My public history project is an interactive QR-coded walking tour of the Bankstown C.B.D. area in collaboration with the Bankstown and Campsie Library. Throughout the production of my project, I worked closely with the Local Histories Librarian, Jennifer Madden. I have been working closely with Jennifer over the past few months. I have thoroughly enjoyed being able to help my local library with the reorganisation and refiling of archival material and images for their possible new pictorial database. Their current system for their pictorial database (Pictorial Canterbury) had many issues with duplicates, missing images, irrelevant files, and their quality. I helped sort through and deciphered which images needed to be deleted and which ones had missing numbers, and I reassessed the quality of the photos. We discussed the significance of presenting Bankstown’s rich local history in a new and innovative way to reach a broader public audience. We concluded that an interactive walking tour was the most appropriate for my project and (most importantly) the organisation’s needs.
During the production and research process for the historical walking tour, I realised that many sites around the area had historical value. Although I have lived in the Canterbury-Bankstown area my whole life, I never knew about the rich history some of these sites possessed. I would regularly pass by them on the commute to work, my daily walks, and even on the way to grocery shopping. In that sense, it would be perfect for highlighting the unrecognised historical value of these sites most people in the community pass by daily.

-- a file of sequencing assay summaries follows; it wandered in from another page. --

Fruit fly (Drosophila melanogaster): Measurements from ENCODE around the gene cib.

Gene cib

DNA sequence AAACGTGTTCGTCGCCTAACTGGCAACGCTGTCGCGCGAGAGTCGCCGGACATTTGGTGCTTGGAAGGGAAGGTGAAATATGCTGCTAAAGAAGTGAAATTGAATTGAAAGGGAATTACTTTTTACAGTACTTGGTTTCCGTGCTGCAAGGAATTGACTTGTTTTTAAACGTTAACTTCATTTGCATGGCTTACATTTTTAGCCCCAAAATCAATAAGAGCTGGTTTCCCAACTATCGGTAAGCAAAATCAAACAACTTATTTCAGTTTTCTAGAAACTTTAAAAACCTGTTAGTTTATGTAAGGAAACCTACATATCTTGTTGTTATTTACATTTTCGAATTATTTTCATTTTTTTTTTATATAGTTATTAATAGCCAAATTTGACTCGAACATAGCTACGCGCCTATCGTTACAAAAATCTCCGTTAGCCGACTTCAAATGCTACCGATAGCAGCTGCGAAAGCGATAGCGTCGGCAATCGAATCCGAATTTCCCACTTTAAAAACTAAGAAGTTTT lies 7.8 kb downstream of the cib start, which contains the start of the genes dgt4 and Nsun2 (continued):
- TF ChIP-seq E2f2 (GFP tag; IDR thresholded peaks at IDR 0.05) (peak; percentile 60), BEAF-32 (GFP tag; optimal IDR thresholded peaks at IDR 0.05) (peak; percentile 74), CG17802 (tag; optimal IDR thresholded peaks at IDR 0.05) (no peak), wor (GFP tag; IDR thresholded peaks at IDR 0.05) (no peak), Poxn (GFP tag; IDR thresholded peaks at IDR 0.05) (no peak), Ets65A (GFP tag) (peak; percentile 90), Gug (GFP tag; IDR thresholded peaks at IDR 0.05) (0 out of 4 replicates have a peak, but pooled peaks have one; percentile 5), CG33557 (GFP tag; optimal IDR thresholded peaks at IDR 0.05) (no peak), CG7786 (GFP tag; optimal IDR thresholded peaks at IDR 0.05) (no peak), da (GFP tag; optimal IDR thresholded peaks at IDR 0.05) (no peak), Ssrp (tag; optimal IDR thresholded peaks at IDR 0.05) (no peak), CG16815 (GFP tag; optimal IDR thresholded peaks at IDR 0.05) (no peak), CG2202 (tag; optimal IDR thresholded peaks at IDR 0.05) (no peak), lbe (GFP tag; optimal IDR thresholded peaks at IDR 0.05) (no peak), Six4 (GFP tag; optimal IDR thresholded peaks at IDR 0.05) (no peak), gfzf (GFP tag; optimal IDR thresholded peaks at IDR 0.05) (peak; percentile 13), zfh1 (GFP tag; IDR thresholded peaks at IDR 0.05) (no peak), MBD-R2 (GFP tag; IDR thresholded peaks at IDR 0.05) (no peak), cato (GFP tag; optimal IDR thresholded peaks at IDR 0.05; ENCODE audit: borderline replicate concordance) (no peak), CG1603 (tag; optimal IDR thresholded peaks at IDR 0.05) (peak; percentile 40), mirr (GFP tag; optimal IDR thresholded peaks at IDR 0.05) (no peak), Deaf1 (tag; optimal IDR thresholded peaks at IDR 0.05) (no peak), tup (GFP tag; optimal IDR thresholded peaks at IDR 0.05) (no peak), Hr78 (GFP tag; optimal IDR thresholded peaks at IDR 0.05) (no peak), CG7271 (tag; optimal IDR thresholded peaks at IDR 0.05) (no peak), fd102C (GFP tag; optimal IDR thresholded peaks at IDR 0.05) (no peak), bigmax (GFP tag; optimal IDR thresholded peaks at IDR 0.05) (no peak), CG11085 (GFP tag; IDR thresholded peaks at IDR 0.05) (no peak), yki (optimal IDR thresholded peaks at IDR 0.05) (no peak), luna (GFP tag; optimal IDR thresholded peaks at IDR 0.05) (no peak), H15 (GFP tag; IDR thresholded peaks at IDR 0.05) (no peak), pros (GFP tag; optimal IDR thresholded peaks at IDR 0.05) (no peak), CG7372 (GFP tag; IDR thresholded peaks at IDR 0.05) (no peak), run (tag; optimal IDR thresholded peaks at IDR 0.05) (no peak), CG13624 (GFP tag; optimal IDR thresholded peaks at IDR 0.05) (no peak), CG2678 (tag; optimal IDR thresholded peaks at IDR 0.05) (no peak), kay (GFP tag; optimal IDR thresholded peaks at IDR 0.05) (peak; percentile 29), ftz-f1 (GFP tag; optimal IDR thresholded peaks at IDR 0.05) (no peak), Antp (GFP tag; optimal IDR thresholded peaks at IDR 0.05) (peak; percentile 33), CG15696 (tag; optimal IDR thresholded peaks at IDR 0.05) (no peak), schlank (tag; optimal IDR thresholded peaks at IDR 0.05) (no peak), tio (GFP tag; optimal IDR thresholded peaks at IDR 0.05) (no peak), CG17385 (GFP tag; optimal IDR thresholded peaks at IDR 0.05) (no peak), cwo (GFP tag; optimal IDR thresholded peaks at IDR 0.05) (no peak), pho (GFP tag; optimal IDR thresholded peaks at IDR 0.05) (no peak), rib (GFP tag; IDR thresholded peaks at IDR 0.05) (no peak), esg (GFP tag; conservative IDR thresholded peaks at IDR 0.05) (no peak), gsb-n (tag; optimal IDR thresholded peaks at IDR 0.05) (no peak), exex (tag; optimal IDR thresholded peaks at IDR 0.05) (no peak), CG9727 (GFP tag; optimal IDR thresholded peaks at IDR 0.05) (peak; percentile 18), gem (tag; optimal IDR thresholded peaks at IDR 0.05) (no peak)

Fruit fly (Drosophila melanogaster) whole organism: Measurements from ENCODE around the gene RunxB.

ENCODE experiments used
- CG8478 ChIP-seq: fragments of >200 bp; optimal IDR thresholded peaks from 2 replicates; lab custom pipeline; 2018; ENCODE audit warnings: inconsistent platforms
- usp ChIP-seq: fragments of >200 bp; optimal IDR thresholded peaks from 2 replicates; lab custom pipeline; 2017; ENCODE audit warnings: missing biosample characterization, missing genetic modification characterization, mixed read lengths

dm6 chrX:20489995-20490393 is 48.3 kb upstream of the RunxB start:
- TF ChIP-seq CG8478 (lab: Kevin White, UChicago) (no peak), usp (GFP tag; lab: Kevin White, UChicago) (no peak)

My main argument for this project was to highlight the importance of showcasing local histories in new and engaging ways to prove that history can be taught beyond the bounds of the classroom. Sites around your local community area all encompass rich and long past. They tell stories of past communities, interactions and social hubs and show how History can connect people outside the classroom.
Some of the recurring themes within my project include the importance of relaying local histories and making them accessible and inclusive for a broad audience. In addition, the non-static nature of this project allows for local sites and the evolving history of different places to be recorded and displayed for the future.
I have chosen to present the walking tour via PowerPoint presentation due to the timeframe of this assessment and the rigorous process of receiving approval from Council officials. Therefore, my project is presented in a PowerPoint presentation with external links to different pdf files, which will be saved onto a USB. Initially, I wanted to publicise this walking tour online on an external website for easier access. However, this format was chosen because of Canterbury Council’s restrictions with promoting information under their name. This file will be given to the Local Histories Librarian I am working closely with and will serve as an example for future project proposals for interactive walking tours to be approved by Council officials. This project aims to be open-ended and remain dynamic as more sites can be added in the future.
This walking tour is unique due to its innovative presentation. It focuses on the local community’s inclusivity by adding different translations of information in the four primary languages of the Canterbury Bankstown Council (English, Korean, Arabic, and Vietnamese). This was, unfortunately, out of my area of expertise, so my final project does not include this aspect. However, my presentation for the library is intended to be not static and remain an open-ended project. More sites could be added in the future, and audio recordings of the tour would be added for broader accessibility and to suit the needs of people with disabilities. Its fluid format (given the approval of this proposal) is transformed from a project pitch to Q.R. codes displayed on signposts next to each site of interest, allowing people to enjoy this immersive experience in their own time.